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What Happens To Gold Price If The Fed Doesn’t Cut Rates?

Gold Price if the Fed Doesn’t Cut

With the increasing gold price of late comes the assumption that the expected cut in interest rates will open a torrent of cheap money that will bring the U.S. dollar down with a thud. But, what would happen to the gold price if the Fed doesn’t cut interest rates?

What seemed like a universally expected event may not be as likely as some have assumed. In fact, the Fed has a history that includes examples of pivots and re-pivots; or, ignoring the presumed pivot and staying the course.
You can read more about the possibility that the Fed might not cut interest rates in my article Investors Are Too Anxious For Rate Cuts.

In this article we will address the implications for gold if the Fed doesn’t cut interest rates. It matters not what the reasoning is behind such a possibility. What matters is that much of what has happened to prices for gold, stocks, bonds, etc., is based on the presumption that several interest rate cuts are forthcoming, possibly before the end of the year. Hence, there is a potential shock for investors who have relied on that presumption, as well as the particular logic mentioned in our opening paragraph above, should the Fed not follow through.

Implications and Possibilities

Ignoring for now the finer (and more critical) point of inflation-adjusted returns, both gold and stocks are at all-time highs. What might happen to gold if a “potential shock” becomes a reality? It depends.

To the extent that a more significant portion of money used to fund the purchase of gold recently was done so based on the presumed cuts in interest rates and a clear change in direction, then we could see a significant decline in the gold price; at least temporarily. This might also happen if interest rate cuts are delayed. Market participants in both stocks and gold would likely see any inaction or hesitancy by the Fed regarding interest rate cuts as negative for their investment outcomes and expectations.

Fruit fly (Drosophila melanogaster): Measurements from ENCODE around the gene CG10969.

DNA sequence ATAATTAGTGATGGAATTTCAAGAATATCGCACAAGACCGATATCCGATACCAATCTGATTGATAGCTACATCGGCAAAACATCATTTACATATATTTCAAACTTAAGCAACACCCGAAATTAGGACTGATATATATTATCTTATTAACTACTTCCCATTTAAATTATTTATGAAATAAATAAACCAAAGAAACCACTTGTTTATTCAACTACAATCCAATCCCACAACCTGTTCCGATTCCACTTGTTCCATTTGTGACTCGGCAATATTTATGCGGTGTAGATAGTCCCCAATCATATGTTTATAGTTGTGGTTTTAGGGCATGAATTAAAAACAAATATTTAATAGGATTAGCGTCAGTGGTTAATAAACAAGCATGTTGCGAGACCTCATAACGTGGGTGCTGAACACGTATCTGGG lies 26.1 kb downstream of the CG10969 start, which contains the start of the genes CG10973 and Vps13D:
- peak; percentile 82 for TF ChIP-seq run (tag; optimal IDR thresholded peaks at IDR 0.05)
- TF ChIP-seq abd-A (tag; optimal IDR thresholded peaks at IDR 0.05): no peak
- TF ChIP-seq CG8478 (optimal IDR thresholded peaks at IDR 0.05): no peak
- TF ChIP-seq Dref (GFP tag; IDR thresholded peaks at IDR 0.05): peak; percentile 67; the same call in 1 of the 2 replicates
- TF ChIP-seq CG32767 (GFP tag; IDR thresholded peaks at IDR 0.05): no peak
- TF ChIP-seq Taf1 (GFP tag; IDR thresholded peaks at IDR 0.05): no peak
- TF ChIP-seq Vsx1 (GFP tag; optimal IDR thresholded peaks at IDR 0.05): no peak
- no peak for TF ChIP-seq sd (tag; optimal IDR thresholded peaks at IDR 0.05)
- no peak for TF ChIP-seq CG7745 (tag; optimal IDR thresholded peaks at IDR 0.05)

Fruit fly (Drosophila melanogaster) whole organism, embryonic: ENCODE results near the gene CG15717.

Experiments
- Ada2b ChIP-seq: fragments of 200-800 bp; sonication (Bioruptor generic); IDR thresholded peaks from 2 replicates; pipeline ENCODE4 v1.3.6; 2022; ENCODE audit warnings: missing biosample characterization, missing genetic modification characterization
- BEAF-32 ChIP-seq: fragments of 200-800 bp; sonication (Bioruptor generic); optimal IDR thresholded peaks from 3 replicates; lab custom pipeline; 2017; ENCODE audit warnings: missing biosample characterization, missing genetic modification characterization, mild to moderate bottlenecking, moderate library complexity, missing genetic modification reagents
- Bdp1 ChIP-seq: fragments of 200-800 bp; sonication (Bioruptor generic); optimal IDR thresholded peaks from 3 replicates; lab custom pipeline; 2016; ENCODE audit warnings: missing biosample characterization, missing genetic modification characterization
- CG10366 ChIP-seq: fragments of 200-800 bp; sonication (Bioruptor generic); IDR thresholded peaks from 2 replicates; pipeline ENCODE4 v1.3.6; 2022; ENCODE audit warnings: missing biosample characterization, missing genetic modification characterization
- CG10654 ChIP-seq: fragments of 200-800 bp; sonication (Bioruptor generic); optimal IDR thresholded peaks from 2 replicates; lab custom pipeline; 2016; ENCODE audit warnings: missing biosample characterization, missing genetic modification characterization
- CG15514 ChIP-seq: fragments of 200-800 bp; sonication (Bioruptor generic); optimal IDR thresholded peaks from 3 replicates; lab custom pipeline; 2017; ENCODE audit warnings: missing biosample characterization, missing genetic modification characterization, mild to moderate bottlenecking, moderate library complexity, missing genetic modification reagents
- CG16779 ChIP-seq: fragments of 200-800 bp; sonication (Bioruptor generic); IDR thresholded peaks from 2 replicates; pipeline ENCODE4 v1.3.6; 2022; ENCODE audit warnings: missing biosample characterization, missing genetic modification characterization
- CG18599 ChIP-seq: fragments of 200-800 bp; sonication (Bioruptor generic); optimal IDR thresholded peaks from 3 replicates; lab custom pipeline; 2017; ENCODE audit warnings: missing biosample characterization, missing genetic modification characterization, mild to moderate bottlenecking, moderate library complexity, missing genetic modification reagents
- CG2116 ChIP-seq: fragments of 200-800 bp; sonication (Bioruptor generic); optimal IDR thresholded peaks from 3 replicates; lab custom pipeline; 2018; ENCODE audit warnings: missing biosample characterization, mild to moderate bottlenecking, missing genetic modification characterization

Another possibility is that any effects on the gold price could be muted. That has more to do with other factors, not interest rates. For example, if the prevailing thoughts dominant in the minds of those placing a larger portion of the money flowing into gold is not based on concern about interest rates, rather on anything else, then it is entirely possible that the gold price might show little reaction to non-cuts in interest rates.

Other Factors, Summary

Some buyers in the gold market are not thinking so much about interest rates. Their concerns have more to do with the continual loss of purchasing power in the U.S. dollar. The erosion of U.S. dollar purchasing power is the result of ongoing inflation, which is the intentional debasement of money by governments and central banks. The continuous expansion of the supply of money and credit for more than a century has resulted in a dollar which has lost ninety-nine percent of its purchasing power.

Over time the gold price is historically correlated to that decline in the purchasing power of the dollar. Gold is real money and a long-term store of value.

Whether buyers of gold are individuals (retail investors), speculators, hedge funds, governments, or central banks; and whatever the reasoning behind their purchases, which reasoning is quite often temporary; in the end, it is still all about the U.S. dollar. (also see U.S. Dollar Best Of The Worst; Gold Best Of The Best)

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